To reduce our food’s environmental footprint, what we eat is far more important than where it comes from

More and more people are concerned about how food affects their environmental footprint. The most common advice we hear and read about limiting our “foodprint” is to buy locally-grown food. However, another factor has a much greater impact on the environment.

Buying local is great. You support local jobs and reinject money into the local economy, and you know where the food comes from. You might even know the producer personally! It also significantly decreases “food miles”—the distance that food travels to reach your local supermarket. Imported food usually travels thousands of miles, through lengthy truck and plane trips.

Purchasing from local producers fuels the local economy and reduces the greenhouse gas emissions associated with food miles.

But, transport only represents 5% of the food’s overall emissions, and we often overlook that some foods are inherently more harmful to the environment than others, regardless of where they’re produced. Since food production accounts for 25% of global emissions, choosing what we eat carefully can reduce them dramatically.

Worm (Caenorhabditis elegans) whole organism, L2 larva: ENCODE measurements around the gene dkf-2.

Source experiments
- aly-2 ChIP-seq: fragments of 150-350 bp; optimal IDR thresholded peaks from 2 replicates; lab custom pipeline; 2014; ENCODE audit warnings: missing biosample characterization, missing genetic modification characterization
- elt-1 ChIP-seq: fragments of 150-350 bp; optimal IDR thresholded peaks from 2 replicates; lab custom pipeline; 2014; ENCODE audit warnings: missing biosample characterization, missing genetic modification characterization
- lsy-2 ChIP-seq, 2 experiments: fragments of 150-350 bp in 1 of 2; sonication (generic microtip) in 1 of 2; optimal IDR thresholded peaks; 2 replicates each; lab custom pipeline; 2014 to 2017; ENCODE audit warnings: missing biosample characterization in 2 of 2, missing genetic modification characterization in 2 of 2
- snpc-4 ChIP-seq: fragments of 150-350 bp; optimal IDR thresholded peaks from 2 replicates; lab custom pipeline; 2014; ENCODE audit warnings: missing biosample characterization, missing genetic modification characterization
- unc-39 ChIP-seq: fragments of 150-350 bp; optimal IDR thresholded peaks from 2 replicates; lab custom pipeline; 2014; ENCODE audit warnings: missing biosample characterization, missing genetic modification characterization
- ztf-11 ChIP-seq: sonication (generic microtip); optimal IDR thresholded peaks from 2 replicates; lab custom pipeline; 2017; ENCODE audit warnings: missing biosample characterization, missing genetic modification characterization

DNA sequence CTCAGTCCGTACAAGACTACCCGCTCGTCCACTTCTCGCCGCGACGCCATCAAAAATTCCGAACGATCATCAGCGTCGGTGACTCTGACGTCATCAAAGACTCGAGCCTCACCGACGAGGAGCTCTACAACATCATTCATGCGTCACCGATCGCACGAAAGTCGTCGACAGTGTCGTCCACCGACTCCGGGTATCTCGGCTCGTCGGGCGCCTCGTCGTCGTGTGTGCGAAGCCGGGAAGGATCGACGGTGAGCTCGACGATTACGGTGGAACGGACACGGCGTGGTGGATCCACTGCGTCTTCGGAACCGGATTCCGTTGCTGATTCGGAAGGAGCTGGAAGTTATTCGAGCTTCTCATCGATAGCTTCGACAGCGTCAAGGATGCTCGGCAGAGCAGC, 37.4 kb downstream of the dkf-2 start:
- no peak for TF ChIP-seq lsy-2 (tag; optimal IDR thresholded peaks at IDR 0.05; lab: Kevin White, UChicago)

So, what’s the most eco-friendly food?

Unsurprisingly, animal-based products have a larger footprint than plant-based ones. Indeed, we need to grow crops to feed the animals and give them space to graze. Also, cattle emit greenhouse gas on their own (e.g. methane, nitrous oxide).

Check out this graph to get an idea of the impact of protein-rich food on the planet.

Among animal-based products, beef has clearly the highest environmental impact. It generates 3 times as much greenhouse gas emissions as any other meat and pollutes water a lot.

Lamb and mutton are second. They emit less methane than beef and don’t cause deforestation since they can graze pretty much anywhere—including in woods. However, they do require massive space and worsen water scarcity.

On the other hand, poultry and pig have the lowest environmental footprints. In fact, since they are non-ruminant livestock, they don’t produce methane, which accounts for the major part of beef and lamb’s emissions.

Poultry generates 10 times fewer carbon emissions than beef and uses 30 times less land than lamb!

To sum up, the best way to reduce our “foodprint” is to select products with the lowest overall environmental impact. Food miles are definitely part of this impact—and buying locally comes with various social and economic benefits—but there’s more to the story.

Before you go, here’s a cheat sheet of food quantities that have the same carbon footprint. Feel free to download it to get some inspiration for your next run to the grocery store.

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